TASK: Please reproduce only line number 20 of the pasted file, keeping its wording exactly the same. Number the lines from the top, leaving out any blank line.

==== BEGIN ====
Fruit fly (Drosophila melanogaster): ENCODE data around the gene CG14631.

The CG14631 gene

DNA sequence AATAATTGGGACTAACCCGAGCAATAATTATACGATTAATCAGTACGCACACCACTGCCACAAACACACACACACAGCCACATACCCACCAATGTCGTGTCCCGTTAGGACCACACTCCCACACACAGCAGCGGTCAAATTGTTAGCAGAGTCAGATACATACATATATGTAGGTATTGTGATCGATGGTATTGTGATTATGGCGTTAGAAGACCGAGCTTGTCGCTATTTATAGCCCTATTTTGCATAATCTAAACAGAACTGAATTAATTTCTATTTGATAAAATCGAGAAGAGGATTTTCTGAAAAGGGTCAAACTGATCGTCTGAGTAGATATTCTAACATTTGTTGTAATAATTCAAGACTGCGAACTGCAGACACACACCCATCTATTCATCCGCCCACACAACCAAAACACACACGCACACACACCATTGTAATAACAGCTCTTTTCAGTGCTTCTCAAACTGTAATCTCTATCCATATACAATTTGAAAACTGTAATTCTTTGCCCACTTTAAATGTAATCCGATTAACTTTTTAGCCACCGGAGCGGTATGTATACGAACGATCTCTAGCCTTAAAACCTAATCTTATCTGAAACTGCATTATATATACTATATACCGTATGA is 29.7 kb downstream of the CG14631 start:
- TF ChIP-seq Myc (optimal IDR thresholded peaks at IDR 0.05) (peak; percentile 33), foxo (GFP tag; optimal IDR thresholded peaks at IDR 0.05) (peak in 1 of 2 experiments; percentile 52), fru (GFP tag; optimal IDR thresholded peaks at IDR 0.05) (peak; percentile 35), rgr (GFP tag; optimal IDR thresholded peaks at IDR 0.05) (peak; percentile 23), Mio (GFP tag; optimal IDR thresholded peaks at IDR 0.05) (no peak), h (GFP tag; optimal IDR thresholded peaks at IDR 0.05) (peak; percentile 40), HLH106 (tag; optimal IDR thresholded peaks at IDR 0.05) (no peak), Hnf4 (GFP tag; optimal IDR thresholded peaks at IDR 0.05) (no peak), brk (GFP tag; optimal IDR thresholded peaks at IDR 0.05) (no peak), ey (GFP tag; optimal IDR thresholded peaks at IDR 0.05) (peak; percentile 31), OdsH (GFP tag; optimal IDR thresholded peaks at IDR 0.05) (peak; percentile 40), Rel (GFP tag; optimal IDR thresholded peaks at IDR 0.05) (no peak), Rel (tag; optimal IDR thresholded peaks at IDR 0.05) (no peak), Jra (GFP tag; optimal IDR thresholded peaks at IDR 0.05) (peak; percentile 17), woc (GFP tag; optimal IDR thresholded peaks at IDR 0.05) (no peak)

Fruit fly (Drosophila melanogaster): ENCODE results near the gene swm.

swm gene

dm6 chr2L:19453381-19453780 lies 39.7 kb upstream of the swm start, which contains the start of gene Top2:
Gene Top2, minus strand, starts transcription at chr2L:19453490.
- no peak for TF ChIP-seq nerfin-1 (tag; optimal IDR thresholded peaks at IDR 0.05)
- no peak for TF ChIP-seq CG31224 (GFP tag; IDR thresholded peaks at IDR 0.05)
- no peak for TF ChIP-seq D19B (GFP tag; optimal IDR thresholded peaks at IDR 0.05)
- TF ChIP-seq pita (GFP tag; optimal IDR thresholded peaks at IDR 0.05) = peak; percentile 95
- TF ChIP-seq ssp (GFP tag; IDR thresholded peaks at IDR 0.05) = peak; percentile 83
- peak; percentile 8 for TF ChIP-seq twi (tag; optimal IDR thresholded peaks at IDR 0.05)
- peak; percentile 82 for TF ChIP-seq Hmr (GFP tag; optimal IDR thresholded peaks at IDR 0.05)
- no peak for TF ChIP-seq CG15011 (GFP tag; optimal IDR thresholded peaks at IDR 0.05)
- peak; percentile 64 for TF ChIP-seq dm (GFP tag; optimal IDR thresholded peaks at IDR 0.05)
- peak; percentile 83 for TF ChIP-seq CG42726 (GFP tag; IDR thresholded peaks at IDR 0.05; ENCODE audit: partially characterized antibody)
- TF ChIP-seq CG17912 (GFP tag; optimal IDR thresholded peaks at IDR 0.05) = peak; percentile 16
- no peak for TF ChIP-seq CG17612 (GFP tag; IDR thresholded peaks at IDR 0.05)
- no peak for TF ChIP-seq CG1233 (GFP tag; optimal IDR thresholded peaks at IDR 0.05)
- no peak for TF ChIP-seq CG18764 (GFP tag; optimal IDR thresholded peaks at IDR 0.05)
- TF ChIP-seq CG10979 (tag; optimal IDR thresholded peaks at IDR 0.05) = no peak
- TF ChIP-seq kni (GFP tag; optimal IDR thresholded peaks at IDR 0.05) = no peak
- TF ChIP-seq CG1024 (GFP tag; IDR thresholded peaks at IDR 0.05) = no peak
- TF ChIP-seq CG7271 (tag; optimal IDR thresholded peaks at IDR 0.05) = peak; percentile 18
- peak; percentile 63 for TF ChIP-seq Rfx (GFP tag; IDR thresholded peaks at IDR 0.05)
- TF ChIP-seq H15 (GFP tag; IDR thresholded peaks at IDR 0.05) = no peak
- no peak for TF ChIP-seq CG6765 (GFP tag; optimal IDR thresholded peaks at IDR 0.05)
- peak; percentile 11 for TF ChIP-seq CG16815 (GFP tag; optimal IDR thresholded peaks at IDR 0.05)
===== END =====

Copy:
- no peak for TF ChIP-seq CG17612 (GFP tag; IDR thresholded peaks at IDR 0.05)